I may have to take that back, about "high orbitals," if the Moon model of the atom is correct, since it implies a finite set of stable elements, and possibly (correlatively) orbitsls: http://21stcenturysciencetech.com
> (with the proviso that "free electrons" in plasma are > not really completely free; they are just in extemely "high" > orbitals, perhaps hyperbolic ones amongst nucleii).
thus: as for the totality of glaciers, I am not sure that all of them have even been found, and only the few that are next to significant populations have any historical data, and that's why Singer's metastudy was so coolth. and, perhaps, there has been a better study to update or compare it with. (also, "A Hundred-and-twenty New Glaciers Found on Continental Divide," November 2001 *Los Angeles Times* .-)
thus: good suggestion. note that "chemtrails" have totally obliterated the normative formation of clouds; thank you.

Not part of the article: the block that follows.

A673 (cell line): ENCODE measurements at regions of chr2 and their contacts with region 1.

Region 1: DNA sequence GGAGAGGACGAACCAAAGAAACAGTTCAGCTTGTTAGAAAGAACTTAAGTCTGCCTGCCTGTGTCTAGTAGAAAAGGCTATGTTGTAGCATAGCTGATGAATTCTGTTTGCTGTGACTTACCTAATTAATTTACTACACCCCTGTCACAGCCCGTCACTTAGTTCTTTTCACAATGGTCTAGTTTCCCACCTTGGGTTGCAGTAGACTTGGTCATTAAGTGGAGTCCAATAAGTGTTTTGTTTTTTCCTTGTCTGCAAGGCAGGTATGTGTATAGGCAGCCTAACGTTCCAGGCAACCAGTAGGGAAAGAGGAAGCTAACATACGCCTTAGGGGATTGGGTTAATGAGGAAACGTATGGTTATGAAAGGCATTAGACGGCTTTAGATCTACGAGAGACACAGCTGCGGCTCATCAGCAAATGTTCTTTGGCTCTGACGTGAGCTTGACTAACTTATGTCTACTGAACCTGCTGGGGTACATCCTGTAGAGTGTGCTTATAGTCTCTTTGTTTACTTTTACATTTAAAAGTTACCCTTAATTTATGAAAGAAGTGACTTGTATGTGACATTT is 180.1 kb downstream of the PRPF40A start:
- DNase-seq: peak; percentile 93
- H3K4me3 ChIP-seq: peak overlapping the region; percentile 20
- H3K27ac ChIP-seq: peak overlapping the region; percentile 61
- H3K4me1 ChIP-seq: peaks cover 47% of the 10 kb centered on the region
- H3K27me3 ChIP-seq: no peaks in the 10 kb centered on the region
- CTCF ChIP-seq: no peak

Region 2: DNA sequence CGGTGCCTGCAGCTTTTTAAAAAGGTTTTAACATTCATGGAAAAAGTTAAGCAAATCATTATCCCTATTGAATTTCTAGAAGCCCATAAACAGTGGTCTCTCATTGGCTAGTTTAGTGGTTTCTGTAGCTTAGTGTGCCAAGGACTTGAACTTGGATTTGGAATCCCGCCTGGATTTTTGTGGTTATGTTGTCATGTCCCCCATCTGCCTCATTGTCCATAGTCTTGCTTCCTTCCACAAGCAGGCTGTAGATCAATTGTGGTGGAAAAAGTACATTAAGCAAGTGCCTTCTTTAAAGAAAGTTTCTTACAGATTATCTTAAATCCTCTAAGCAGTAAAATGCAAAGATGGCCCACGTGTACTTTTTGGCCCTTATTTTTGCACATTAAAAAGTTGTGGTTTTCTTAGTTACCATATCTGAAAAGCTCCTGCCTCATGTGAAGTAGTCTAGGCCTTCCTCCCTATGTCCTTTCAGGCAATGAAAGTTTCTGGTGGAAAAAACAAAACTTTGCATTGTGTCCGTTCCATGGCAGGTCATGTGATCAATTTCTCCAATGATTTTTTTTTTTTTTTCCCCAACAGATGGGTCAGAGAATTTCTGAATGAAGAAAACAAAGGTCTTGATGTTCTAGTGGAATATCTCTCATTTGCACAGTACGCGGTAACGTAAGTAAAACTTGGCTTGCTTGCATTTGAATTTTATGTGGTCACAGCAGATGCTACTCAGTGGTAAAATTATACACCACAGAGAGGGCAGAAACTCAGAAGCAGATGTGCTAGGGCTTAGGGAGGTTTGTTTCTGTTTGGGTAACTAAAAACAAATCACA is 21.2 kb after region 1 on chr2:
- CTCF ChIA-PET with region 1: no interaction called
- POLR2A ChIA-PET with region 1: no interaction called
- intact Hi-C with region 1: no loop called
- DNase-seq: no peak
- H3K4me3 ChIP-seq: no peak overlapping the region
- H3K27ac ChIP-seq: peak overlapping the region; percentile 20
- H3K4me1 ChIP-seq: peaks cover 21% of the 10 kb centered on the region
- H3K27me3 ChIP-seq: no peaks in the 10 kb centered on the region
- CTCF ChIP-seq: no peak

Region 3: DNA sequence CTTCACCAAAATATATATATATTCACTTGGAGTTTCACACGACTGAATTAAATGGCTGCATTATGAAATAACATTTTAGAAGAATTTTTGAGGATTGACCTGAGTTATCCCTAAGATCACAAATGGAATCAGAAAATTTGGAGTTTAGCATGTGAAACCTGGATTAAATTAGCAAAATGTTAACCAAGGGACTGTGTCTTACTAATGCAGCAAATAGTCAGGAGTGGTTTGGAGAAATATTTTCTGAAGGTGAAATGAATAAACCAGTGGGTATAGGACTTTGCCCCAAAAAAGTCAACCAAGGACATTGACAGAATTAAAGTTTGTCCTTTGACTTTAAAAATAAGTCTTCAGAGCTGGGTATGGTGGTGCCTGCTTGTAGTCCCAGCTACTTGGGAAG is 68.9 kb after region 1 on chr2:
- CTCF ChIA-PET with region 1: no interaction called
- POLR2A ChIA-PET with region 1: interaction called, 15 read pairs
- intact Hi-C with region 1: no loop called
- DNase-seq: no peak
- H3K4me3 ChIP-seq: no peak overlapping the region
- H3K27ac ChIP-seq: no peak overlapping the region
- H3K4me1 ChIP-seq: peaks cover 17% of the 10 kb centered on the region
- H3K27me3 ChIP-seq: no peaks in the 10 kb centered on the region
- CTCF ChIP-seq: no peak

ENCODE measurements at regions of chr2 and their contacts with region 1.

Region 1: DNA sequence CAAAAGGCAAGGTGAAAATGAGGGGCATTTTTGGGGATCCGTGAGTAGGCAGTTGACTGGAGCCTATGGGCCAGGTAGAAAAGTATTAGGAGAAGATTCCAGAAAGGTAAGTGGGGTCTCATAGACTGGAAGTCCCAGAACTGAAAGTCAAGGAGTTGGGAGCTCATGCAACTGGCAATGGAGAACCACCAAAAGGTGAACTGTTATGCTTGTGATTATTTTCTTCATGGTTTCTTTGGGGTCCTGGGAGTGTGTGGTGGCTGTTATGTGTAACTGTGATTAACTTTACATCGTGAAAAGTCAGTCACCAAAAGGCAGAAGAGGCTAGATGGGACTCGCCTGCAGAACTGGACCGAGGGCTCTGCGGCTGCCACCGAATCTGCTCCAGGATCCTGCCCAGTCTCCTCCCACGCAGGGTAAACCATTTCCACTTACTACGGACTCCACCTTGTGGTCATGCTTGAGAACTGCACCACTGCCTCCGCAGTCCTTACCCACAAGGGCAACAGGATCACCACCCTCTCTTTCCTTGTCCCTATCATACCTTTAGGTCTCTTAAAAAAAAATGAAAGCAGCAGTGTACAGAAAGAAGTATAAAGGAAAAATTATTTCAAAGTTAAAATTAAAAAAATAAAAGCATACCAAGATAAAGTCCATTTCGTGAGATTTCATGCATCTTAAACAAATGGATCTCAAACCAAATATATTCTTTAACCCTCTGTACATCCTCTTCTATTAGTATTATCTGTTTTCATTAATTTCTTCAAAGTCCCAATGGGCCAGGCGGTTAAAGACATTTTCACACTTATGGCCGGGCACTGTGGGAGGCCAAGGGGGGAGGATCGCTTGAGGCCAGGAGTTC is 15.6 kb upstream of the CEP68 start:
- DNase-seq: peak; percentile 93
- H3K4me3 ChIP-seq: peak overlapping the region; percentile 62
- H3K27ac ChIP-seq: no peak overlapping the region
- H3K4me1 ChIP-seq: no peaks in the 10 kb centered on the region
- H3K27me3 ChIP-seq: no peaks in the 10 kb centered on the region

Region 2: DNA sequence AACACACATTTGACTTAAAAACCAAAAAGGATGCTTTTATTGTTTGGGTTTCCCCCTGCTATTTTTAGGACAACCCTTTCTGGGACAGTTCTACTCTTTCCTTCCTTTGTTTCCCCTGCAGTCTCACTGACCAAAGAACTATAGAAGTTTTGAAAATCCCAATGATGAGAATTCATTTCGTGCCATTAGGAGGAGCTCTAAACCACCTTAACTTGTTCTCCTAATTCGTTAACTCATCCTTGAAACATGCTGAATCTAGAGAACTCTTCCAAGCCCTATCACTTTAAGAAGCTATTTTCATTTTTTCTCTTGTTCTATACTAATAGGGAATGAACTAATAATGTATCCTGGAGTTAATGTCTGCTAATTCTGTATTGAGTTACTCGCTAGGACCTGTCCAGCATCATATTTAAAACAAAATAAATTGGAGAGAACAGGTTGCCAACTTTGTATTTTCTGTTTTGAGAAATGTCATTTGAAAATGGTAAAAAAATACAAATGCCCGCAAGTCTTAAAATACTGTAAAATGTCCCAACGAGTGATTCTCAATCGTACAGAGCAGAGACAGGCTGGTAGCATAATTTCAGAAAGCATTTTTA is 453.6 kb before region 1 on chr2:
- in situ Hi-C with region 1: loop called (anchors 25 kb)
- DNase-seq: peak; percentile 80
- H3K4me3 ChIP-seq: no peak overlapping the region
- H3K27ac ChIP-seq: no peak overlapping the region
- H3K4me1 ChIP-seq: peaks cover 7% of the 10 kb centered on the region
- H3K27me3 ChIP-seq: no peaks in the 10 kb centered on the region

> attempt to make the connection to the place most likely to result in > cloud seeding, the SAA south atlantic anomaly. This is a place where > there is a dip in earths magnetic field, meaning cosmic rays would > have a greater chance for cloud seeding in this region.
thus: Miskolczi's paper is incredibly complex, for me, but it is beautiful; in particular, fig. 5 is very nearly a "Rohrshak [sp.?] test," and a lovely comparison of Antarctic summer with tropical winter (although I didn't think that "wavenumber" was a contemporary usage, it might be in atmospherics; teh Exploratorium poster does a great job of integrating the various schemes to characterize EM .-)
figs. nine & ten seem to be very concise, but i haven't looked at some of the others.
some of the statements are so very careful, like: Because the radiative exchange equilibrium and the quasi-radiative transfer coefficient relationships fit the individual radiosonde ascents from the wide variety of sampled climate conditions, they cannot in principle provide explicit direct information about the global average energy transfer, which is the object of interest for this work. The third relationship, the global average up-down emittance ratio, on the other hand, has no explicit information about single radiosonde ascents, but does complete a simple model of the global average energy transport process, which we here call the quasi-all-sky model.